#Partitioned Distances

Given a matrix X with m observations and another matrix Y with n
observations, Partitioned Distances computes the m by n distance matrix.
A rectangular distance matrix can be more appropriate than a square
matrix in many applications; for example, in bipartite graphs we might
be concerned with the distance between objects in Graph A with objects
in Graph B, but we may not care about the distance between objects
within Graph A or Graph B. Currently, R only has a `dist`

function which returns square distance matrices.

##Performance `pdist`

is a slightly optimized version of
the native `dist`

function; distances are not computed
between objects that are both in X or both in Y. Using native functions,
we could stack X and Y on top of each other using `rbind`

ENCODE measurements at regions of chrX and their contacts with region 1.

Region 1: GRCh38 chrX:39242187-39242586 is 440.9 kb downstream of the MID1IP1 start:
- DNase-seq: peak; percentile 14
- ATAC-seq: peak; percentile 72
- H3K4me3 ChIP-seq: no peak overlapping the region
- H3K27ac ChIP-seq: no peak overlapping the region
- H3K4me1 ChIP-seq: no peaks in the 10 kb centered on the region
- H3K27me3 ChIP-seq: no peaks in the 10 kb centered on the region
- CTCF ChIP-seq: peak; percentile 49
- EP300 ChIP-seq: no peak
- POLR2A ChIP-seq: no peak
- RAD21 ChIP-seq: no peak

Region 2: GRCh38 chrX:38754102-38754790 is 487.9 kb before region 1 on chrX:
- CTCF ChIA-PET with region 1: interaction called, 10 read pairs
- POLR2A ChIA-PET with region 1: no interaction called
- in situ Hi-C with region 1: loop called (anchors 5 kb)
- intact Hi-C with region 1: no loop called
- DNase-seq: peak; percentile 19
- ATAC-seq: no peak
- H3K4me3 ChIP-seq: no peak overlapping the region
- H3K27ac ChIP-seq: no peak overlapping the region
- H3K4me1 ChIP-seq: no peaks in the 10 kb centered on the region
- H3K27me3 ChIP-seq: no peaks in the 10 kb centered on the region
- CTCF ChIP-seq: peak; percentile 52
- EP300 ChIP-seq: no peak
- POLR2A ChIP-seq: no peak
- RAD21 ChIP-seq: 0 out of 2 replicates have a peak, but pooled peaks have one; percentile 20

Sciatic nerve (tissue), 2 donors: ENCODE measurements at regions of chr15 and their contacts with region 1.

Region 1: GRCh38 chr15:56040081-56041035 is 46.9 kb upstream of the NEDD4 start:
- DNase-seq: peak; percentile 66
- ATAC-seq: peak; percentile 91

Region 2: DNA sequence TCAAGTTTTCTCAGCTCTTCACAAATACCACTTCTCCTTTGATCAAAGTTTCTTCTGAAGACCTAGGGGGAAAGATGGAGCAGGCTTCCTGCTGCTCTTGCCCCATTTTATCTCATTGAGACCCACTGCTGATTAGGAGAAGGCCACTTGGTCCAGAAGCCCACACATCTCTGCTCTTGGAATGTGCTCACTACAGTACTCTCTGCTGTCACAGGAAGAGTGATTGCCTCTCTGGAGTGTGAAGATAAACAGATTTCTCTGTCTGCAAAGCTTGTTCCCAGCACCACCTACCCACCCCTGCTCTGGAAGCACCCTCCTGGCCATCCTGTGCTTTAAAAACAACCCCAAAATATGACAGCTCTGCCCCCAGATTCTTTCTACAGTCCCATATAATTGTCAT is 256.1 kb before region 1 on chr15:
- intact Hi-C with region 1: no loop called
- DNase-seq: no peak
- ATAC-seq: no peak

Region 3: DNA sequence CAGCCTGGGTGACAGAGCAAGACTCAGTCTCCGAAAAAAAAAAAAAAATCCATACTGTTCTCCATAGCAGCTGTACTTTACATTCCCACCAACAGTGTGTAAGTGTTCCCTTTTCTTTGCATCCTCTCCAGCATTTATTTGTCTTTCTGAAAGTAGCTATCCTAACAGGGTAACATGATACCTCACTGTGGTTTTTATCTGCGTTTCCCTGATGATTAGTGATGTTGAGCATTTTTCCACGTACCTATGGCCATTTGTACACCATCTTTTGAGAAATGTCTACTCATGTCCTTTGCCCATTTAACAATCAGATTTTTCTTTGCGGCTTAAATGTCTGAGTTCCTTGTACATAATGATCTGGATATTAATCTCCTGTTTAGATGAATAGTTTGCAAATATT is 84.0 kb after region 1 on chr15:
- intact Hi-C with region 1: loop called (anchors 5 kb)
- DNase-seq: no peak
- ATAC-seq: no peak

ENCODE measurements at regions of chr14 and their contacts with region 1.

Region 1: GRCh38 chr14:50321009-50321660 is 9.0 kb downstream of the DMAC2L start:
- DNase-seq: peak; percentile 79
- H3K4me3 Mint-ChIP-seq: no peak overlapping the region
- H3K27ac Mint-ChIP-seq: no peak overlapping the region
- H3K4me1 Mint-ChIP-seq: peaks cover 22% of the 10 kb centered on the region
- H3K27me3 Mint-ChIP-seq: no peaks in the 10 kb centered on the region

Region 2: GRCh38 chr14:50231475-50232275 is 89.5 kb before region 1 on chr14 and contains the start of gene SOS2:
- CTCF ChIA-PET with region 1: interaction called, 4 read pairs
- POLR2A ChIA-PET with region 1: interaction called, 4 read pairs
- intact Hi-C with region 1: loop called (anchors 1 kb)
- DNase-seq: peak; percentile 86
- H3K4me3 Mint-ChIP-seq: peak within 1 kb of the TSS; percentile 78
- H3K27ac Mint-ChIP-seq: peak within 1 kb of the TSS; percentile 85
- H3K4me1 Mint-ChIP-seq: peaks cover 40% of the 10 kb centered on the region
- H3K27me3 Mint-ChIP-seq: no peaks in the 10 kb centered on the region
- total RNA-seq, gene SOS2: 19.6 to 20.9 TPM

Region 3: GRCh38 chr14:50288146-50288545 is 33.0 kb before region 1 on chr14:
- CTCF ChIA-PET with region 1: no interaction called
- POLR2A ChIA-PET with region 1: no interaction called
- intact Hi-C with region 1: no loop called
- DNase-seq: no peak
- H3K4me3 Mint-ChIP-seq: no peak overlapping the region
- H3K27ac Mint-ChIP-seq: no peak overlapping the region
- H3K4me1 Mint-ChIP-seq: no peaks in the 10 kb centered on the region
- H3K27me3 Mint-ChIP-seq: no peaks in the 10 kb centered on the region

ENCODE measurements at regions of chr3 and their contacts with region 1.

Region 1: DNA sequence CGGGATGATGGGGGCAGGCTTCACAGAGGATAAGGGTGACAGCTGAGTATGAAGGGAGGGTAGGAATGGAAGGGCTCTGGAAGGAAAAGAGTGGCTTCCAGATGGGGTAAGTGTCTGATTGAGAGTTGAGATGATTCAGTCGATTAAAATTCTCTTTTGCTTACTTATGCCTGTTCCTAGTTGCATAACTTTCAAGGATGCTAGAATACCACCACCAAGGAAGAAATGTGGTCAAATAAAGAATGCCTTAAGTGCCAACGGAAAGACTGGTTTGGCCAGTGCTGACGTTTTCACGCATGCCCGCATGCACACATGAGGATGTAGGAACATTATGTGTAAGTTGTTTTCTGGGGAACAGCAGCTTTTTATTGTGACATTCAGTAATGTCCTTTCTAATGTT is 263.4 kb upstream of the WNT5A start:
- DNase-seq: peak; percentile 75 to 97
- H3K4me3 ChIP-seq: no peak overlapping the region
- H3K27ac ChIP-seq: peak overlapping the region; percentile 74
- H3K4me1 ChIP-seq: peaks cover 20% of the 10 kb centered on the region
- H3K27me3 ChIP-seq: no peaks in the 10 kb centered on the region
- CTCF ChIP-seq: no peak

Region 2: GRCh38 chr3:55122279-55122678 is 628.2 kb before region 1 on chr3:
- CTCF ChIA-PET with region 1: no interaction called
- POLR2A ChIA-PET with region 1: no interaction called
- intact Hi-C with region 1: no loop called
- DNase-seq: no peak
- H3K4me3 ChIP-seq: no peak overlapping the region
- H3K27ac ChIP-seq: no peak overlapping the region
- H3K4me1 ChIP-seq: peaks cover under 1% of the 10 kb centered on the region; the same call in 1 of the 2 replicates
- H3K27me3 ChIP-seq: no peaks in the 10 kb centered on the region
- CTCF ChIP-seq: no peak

,
and call `dist`

on the result, but this would compute the
(m+n) by (m+n) distance matrix, yielding m^2 + mn + n^2 unnecessary
distance computations. If the matrices have p columns, and the distance
metric is the Euclidean metric, then p(m^2 + mn + n^2) unnecessary flops
are made. More complex metrics, such as dynamic time warping, can run in
O(p^3), which means a naive dist function would make O(p^{3(m}2
+ mn + n^2)) unnecessary flops!

##Timing Using a matrix X that is 1000 by 100, it took 0.543 seconds
to compute the distance matrix based on the Euclidean metric using
`dist`

. Using pdist, the timing was the same. If we are
interested in the subset A taken by the first 100 rows of X, and subset
B taken by the next 100 rows of X, we can compute a smaller distance
matrix in only 0.006 seconds!